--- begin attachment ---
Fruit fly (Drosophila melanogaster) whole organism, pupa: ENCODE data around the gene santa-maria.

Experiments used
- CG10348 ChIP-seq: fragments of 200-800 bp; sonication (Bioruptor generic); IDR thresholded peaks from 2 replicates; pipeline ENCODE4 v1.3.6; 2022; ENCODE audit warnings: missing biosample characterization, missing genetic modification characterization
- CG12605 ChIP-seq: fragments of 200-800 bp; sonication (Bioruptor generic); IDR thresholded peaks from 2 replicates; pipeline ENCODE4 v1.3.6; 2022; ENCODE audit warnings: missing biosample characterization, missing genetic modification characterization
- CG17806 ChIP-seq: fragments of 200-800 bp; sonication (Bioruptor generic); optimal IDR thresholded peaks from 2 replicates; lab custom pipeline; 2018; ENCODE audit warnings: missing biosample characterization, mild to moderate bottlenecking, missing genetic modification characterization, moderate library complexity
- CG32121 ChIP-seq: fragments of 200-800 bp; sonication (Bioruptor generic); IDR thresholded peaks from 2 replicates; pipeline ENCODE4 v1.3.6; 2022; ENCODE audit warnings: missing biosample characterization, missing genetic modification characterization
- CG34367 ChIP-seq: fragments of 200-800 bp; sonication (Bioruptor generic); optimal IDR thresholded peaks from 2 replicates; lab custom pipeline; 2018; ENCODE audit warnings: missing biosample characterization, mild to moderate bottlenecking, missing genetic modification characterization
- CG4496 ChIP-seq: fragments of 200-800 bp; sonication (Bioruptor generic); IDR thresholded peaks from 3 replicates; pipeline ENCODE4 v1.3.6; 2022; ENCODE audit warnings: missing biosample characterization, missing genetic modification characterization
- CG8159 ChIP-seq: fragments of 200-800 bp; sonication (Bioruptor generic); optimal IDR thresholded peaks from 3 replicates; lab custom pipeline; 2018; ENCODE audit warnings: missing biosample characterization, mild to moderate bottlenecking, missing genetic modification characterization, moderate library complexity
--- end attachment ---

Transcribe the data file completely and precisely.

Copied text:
Fruit fly (Drosophila melanogaster) whole organism, pupa: ENCODE data around the gene santa-maria.

Experiments used
- CG10348 ChIP-seq: fragments of 200-800 bp; sonication (Bioruptor generic); IDR thresholded peaks from 2 replicates; pipeline ENCODE4 v1.3.6; 2022; ENCODE audit warnings: missing biosample characterization, missing genetic modification characterization
- CG12605 ChIP-seq: fragments of 200-800 bp; sonication (Bioruptor generic); IDR thresholded peaks from 2 replicates; pipeline ENCODE4 v1.3.6; 2022; ENCODE audit warnings: missing biosample characterization, missing genetic modification characterization
- CG17806 ChIP-seq: fragments of 200-800 bp; sonication (Bioruptor generic); optimal IDR thresholded peaks from 2 replicates; lab custom pipeline; 2018; ENCODE audit warnings: missing biosample characterization, mild to moderate bottlenecking, missing genetic modification characterization, moderate library complexity
- CG32121 ChIP-seq: fragments of 200-800 bp; sonication (Bioruptor generic); IDR thresholded peaks from 2 replicates; pipeline ENCODE4 v1.3.6; 2022; ENCODE audit warnings: missing biosample characterization, missing genetic modification characterization
- CG34367 ChIP-seq: fragments of 200-800 bp; sonication (Bioruptor generic); optimal IDR thresholded peaks from 2 replicates; lab custom pipeline; 2018; ENCODE audit warnings: missing biosample characterization, mild to moderate bottlenecking, missing genetic modification characterization
- CG4496 ChIP-seq: fragments of 200-800 bp; sonication (Bioruptor generic); IDR thresholded peaks from 3 replicates; pipeline ENCODE4 v1.3.6; 2022; ENCODE audit warnings: missing biosample characterization, missing genetic modification characterization
- CG8159 ChIP-seq: fragments of 200-800 bp; sonication (Bioruptor generic); optimal IDR thresholded peaks from 3 replicates; lab custom pipeline; 2018; ENCODE audit warnings: missing biosample characterization, mild to moderate bottlenecking, missing genetic modification characterization, moderate library complexity